Older adults under the age of 80 report significantly better health. Less than half of Toronto's residents between the ages of 65 and 79 report physical or mental disabilities. Over half (55%) of those under 75 describe their health as "very good" or "excellent."

Activity Limitations (2005-2010) graph

Activity Limitations (2005-2010)
Figure 2.6
Older Torontonians are more likely to experience activity limitations or disabilities.
Source: CCHS combined waves 2007/08 and 2009/10, CRICH

Self-Reported Health
Figure 2.7
More than a third of Toronto residents over the age of 75 describe their health as "poor" or "fair".
Source: 2010 Canadian Community Health Survey


Many older Torontonians have low incomes. In 2009, over 114,000 Toronto families with at least one member 65 years or older were at or below Statistics Canada's two-person low-income cut-off (LICO) measure of $29,000 (Figure 2.8).

Whether by choice or necessity, it is not surprising that increasing numbers of older adults are working beyond retirement age. Since the end of mandatory retirement in Ontario in 2006, the number of adults 65 years and older participating in the work force has more than doubled. There were 52,000 adults 65 years and older participating in the workforce in 2011, compared to only 24,400 in 2006, according to Statistics Canada's Labour Force Survey.

Consistent with this trend, the number of unemployed older adults has also increased. In 2011, there were 3,000 unemployed adults 65 and over, compared to 1,900 in 2006.

Older Adult Income Distribution
Figure 2.8
114,360 families with at least one member 65 years of age or older have incomes below Statistics Canada's two-person low-income cut-off of $29,880.
Source: Statistics Canada Income Statistics Division 2009

Linguistic Diversity

Similar to the city's population in general, older Torontonians are linguistically diverse. According to the 2011 Census, over a third (37%) of adults 55 and over spoke a non-official language on a regular basis at home. This linguistic diversity is most prominent in the oldest age cohorts. Of Toronto residents 75 years and older, 42% spoke a non-official language at home.

Immigrants and Newcomers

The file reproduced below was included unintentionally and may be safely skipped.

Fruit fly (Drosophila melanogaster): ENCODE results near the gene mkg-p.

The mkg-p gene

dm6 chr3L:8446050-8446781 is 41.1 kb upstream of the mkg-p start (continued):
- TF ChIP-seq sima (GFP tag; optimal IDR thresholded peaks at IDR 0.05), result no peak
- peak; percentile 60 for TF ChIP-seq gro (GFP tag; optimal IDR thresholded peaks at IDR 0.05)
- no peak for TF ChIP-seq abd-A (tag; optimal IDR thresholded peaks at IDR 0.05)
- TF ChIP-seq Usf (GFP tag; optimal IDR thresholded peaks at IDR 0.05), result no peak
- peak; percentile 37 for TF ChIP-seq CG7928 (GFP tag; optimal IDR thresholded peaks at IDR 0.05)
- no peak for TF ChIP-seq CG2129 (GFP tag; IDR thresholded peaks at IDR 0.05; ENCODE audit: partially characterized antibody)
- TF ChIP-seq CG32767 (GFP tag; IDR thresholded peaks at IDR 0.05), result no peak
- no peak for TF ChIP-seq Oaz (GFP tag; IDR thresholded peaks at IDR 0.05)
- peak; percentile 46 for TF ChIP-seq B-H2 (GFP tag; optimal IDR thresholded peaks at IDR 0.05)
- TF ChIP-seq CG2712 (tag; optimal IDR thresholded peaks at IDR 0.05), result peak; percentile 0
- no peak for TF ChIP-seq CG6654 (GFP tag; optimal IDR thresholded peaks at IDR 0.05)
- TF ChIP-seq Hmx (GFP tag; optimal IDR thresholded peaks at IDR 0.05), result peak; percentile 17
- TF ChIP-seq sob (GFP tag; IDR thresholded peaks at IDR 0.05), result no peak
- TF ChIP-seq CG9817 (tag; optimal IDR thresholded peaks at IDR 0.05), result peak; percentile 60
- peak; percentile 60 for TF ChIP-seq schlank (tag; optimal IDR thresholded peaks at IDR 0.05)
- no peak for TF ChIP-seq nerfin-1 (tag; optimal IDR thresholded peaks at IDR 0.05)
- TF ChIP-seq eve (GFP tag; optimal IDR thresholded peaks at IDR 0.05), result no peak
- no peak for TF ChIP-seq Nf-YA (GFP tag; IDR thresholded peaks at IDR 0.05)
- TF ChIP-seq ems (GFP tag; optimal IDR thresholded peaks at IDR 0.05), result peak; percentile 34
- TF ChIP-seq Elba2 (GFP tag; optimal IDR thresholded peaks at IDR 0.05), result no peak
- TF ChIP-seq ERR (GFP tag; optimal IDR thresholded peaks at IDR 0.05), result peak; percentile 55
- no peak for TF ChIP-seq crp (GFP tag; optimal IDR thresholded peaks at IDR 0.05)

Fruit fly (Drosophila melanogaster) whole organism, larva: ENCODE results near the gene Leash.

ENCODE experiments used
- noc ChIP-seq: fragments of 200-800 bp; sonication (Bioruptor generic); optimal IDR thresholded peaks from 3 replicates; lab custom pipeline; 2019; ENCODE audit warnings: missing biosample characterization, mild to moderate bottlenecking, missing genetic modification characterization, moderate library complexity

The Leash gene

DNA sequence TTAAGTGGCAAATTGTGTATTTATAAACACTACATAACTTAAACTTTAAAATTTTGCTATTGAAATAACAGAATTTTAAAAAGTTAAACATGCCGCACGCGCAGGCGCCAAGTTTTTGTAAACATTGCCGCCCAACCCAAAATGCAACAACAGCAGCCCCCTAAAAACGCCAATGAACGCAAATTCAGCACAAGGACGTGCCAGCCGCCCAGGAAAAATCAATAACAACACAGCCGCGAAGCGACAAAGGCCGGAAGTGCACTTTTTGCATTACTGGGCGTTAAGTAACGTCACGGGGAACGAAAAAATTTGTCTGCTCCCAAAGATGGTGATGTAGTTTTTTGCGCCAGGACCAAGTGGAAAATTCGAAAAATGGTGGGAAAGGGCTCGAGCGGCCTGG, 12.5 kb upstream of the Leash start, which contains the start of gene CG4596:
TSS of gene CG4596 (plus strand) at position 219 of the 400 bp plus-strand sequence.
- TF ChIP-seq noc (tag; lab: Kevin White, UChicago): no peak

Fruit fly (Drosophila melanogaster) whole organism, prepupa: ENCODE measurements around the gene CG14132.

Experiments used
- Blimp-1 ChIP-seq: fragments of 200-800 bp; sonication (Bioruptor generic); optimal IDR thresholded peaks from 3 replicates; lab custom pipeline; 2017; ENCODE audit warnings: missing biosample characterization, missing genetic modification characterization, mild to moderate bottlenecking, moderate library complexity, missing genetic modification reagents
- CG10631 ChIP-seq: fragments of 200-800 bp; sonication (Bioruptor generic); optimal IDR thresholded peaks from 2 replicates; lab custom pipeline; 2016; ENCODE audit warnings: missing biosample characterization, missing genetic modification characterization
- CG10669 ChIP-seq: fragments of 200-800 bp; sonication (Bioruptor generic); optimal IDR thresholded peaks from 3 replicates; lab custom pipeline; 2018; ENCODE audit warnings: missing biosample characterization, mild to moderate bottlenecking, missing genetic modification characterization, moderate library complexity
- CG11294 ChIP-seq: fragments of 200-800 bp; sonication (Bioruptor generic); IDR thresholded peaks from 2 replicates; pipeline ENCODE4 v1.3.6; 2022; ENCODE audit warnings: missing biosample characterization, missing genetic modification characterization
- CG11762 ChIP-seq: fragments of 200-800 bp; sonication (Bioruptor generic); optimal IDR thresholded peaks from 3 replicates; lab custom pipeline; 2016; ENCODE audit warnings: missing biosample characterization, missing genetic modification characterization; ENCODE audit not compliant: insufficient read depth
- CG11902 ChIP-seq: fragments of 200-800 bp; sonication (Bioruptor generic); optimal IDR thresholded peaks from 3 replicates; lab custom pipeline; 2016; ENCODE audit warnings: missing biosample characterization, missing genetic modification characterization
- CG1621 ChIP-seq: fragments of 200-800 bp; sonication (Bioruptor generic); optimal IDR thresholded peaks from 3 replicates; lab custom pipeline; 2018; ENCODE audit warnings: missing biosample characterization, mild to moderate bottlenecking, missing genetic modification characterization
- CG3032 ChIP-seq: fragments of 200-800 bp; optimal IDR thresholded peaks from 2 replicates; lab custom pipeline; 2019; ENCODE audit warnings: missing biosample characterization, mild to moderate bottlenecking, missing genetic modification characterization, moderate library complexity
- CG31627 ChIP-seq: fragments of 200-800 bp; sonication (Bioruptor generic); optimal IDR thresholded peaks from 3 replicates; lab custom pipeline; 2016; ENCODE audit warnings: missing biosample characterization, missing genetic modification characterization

The 2006 Census found that 68% of Torontonians 55 years and older were immigrants. This percentage is higher than for any other age group in Toronto. It is also more than double the proportion of older adults who are immigrants in either Vancouver or Montreal.

Newcomer older adults are a particularly important and sizable group in Toronto. In 2006, there were 40,340 immigrants 55 years and older who had arrived in Canada within the last 10 years.

More recent 2011 data from Citizenship and Immigration Canada shows that an average of 8,768 permanent and temporary residents 55 years and older land in the City of Toronto every year.

These numbers are significant because, compared to other immigrant seniors and Canadian-born older adults, newcomer older adults are more likely to be visible minorities, have lower income, have less positive health and are less likely to speak one of the official languages.


Similar to communities around the world, there is a clear demographic imperative in Toronto to address the issues facing older adults. Where Toronto's experience will be unique is in its high level of diversity.

The City must recognize the increased vulnerability that exists when such factors as immigration, linguistic diversity, disability, and sexual orientation intersect with the challenges of aging.

On its own, each factor can create obstacles to accessing necessary programs and services in Toronto. Combined, these factors can magnify the vulnerability that an older adult faces on a daily basis.

Vulnerability is the result of the interaction between the challenges a person faces and the resources that they can access when facing those challenges. Vulnerability includes poverty, structural inequality, social networks and social supports, personal limitations, and physical location.

The City of Toronto must ensure that its programs and supports respect the different lived experiences of older Torontonians. Addressing these intersecting challenges and obstacles will ensure that Toronto can become an age-friendly city that is inclusive of everyone.